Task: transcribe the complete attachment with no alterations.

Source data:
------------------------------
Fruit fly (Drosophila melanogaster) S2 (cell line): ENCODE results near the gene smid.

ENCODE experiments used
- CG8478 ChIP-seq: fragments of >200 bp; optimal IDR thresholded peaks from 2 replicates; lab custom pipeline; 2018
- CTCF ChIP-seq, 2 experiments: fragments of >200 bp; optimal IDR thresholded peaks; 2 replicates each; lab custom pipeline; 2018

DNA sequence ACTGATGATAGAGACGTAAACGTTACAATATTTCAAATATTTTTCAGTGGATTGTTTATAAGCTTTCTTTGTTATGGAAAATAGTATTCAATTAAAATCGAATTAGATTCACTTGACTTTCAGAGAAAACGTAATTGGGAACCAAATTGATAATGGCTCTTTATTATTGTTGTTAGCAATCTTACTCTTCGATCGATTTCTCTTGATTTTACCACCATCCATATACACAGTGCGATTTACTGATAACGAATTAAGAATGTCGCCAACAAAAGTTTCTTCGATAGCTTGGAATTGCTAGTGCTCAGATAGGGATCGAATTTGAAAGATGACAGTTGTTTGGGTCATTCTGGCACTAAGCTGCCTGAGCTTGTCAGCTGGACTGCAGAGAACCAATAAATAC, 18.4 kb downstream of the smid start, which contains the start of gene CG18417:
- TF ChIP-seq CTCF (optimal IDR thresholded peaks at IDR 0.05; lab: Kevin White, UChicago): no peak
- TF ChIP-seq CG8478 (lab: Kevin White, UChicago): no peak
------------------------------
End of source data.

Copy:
Fruit fly (Drosophila melanogaster) S2 (cell line): ENCODE results near the gene smid.

ENCODE experiments used
- CG8478 ChIP-seq: fragments of >200 bp; optimal IDR thresholded peaks from 2 replicates; lab custom pipeline; 2018
- CTCF ChIP-seq, 2 experiments: fragments of >200 bp; optimal IDR thresholded peaks; 2 replicates each; lab custom pipeline; 2018

DNA sequence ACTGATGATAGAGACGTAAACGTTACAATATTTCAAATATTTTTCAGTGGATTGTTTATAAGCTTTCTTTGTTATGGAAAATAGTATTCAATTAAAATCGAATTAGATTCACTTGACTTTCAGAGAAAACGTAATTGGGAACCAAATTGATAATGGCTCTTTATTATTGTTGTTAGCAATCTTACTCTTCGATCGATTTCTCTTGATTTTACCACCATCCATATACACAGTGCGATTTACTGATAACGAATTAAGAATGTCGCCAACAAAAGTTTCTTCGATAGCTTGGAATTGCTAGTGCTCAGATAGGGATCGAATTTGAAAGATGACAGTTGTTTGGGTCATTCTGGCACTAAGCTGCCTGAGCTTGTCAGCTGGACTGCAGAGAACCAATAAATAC, 18.4 kb downstream of the smid start, which contains the start of gene CG18417:
- TF ChIP-seq CTCF (optimal IDR thresholded peaks at IDR 0.05; lab: Kevin White, UChicago): no peak
- TF ChIP-seq CG8478 (lab: Kevin White, UChicago): no peak